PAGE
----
I am the rose of Sharon, and the lily of the valleys.
Song of Solomon 2:1
The Biblical reference almost certainly does not refer to what is commonly known today as a Rose of Sharon and what I have in my yard. . . but isn’t it a beautiful bush! When the blooms fall, it creates a halo of blossoms on the ground beneath.
I walked outside this morning and counted. I have six bushes. They have purple and pink flowers. One of my bushes at the corner of my house is a combination of purple and white. Not on the same bush, but two bushes that grew side by side.
These plants are so easy to grow. I read somewhere where a person just stuck a branch into the dirt until it took root. The seed pods can be a blessing and a curse. If left to nature, these pods drop and reseed the bush. This is great if you are looking to plant new bushes and/or trees in different places.
But they can take over. The only place in my yard where they 'take over' is at the corner of my house where I have a large one. It is planted inside of landscape timbers. Their seeds fall and grow. This does not happen to the ones out in my yard because the grass is always mowed around them.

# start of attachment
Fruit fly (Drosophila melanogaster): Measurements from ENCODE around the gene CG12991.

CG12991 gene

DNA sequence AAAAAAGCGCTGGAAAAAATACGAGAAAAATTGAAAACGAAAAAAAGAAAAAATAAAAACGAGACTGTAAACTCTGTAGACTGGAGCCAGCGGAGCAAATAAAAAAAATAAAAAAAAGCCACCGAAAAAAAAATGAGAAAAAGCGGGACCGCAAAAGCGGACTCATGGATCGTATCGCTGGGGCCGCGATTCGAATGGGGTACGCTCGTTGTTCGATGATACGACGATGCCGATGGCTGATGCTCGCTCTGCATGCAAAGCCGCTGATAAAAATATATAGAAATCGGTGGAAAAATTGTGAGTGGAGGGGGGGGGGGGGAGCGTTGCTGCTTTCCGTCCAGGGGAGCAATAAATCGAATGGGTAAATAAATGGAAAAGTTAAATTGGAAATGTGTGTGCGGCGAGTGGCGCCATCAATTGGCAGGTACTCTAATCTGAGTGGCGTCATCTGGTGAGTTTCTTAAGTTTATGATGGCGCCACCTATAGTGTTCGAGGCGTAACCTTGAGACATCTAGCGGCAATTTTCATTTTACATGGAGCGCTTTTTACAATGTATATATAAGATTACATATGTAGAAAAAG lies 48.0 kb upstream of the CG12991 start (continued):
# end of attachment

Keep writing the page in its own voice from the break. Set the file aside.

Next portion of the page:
You could take the pods off in early spring before they have a chance to drop and repopulate. But if you have a large plant, there will be many, many seed pods to remove.
I walked in the back yard of my neighbors house yesterday, hunting down my walking partner. I found her at her flower garden. I didn't realize she had so many Rose of Sharon plants . . . all started by my over abundance of plants. One is a gorgeous white!
They are very easy to grow. They love the sun and a well drained soil. They are a late bloomer, so you can enjoy them when other plants and flowers have lost their early blooms.
The bees and butterflies love them! Who couldn't love them? They are so beautiful!
Do you have a Rose of Sharon plant? What colors? If you are ever by my way in the summer, I could give you a little sprout and you could watch it grow into a gorgeous plant.
Posted by Janet F. Smart at Writing in the Blackberry Patch.
©Janet F. Smart